Watch above: Threat of Ebola widens and prompts push for public awareness
SASKATOON – It’s been known to cross borders; Ebola has claimed the lives of thousands of people and the concern level of Canadians who believe Ebola will come here is rising.
It was first identified in 1976 in western Africa and 38 years later it has become a world pandemic.
“We still don’t know definitively where does Ebola come from, it sort of rears it’s head every few years and then goes away and it’s thought that it’s present in animal populations, Fruit bats in particular,” said Dr. Andrew Potter, Vido-InterVac CEO and director.
Right now, it doesn’t look like it’s going away anytime soon. Over 4,400 people have died from Ebola since the spring, killing more people then all previous outbreaks.
“It’s one of the so called group of hemorrhagic fever and it really just describes the outcome of infection, it’s a particularly nasty one that can kill 50 percent or more of the people that are infected,” said Potter.
According to an Ipsos Reid poll, Canadians are becoming more concerned about the spread of Ebola to Canada; 79 percent. Potter down plays the risk, as it’s not very contagious, frequently transmitted by contact with bodily fluids and adds North America has the resources to better treat it.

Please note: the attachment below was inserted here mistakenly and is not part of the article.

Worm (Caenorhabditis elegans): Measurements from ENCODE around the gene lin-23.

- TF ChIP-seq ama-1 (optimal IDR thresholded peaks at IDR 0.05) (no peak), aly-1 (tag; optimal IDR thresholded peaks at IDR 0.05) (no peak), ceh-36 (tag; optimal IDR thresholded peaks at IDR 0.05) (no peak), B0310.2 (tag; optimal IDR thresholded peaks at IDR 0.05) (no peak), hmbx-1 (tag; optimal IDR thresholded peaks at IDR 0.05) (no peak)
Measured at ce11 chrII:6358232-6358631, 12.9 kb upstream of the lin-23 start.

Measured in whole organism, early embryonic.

“The chances of somebody in Canada contracting Ebola virus is very very remote, it’s not zero chance but it’s approaching zero. There’s many other things I’d be worried about, far greater than the Ebola virus,” said Potter.
There haven’t been any confirmed cases of Ebola so far in the country and Potter thinks the concern could increase as we get into influenza season.
“The symptoms again in many ways are like flu; you get a fever, you might have an upset stomach, so there would be vomiting, diarrhea, things that are symptomatic of a wide variety of diseases, so it’s very difficult at the beginning to differentiate Ebola from influenza or diseases like that,” said Potter.
Currently there is no cure for Ebola, experimental clinical trials for a vaccine are underway. Potter hopes the global community can discover a solution, if not this time, soon because the virus will be back.
While symptoms for Ebola are similar to the flu, Potter says if the person has a connection to Africa, it’s not a bad idea to get checked out.